Building Trust: Toward a Legal Framework that Protects Personal Data in Lebanon [Report]

[box]To read or download the report, find it at the bottom of the page. We also held a panel discussion with the authors on August 11, 2017, you can watch a video summary of the session on our YouTube channel. [/box]

   The lack of a comprehensive legal framework for privacy rights and data protection in Lebanon has led to the adoption of illegal mass surveillance programs and to the violation of individual and collective privacy without repercussions. In order to understand the mechanisms under which surveillance is conducted in the country, to identify areas in need of reform, and to devise strategic advocacy for privacy protections, SMEX issued its inaugural report on digital surveillance titled “Mapping the Landscape of Digital Surveillance in Lebanon” on December 14, 2016.

Having developed a foundational knowledge base on issues related to privacy, surveillance, and data protection, SMEX designed a program — the SMEX Fellowship for Reporting on Digital Freedoms — to promote, facilitate, and disseminate research on digital rights in Lebanon, with the aim of providing evidence to enhance public discussions surrounding these issues. The fellowship provides an opportunity to develop skills, expertise, and knowledge on digital freedoms-related issues in the Middle East and North Africa (MENA).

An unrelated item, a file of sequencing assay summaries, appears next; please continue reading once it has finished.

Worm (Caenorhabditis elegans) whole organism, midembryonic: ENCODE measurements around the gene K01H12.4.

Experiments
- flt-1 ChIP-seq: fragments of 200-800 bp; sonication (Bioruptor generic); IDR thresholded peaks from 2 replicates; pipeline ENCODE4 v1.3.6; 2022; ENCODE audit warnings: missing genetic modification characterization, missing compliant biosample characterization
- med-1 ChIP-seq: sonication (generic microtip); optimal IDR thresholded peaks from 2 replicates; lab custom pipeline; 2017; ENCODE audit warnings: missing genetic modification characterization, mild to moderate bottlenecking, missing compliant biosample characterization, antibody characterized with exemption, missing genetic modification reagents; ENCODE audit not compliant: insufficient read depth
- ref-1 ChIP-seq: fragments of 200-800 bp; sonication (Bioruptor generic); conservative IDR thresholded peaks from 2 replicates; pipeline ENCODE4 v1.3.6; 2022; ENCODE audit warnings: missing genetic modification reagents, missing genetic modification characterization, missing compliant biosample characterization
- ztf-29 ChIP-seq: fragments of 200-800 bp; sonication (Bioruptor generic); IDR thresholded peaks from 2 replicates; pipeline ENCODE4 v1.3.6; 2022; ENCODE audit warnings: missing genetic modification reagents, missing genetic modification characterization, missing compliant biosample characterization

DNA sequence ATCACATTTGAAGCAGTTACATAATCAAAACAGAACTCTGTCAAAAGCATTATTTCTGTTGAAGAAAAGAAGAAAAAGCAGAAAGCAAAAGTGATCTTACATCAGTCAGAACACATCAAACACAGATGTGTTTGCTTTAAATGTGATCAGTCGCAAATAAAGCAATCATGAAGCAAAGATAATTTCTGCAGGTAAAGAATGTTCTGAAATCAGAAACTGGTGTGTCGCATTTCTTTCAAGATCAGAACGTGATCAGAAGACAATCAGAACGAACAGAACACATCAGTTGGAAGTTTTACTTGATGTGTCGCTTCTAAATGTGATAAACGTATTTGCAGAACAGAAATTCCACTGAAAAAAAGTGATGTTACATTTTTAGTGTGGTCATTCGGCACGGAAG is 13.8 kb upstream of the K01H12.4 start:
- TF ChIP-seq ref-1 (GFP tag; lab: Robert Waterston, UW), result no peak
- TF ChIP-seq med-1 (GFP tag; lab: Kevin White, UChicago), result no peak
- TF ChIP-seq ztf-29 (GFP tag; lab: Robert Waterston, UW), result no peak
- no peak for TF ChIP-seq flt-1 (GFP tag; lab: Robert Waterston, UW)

The report, “Building Trust: Toward a Legal Framework that Protects Personal Data in Lebanon” is the product of our call to journalists, human rights activists, and researchers to conduct further investigations and research into the state of digital rights in Lebanon. This report was produced by Elham Barjas, a journalist at the Legal Agenda, and Hussein Mehdy, a journalist who has exposed corruption at several Lebanese universities.

Executive Summary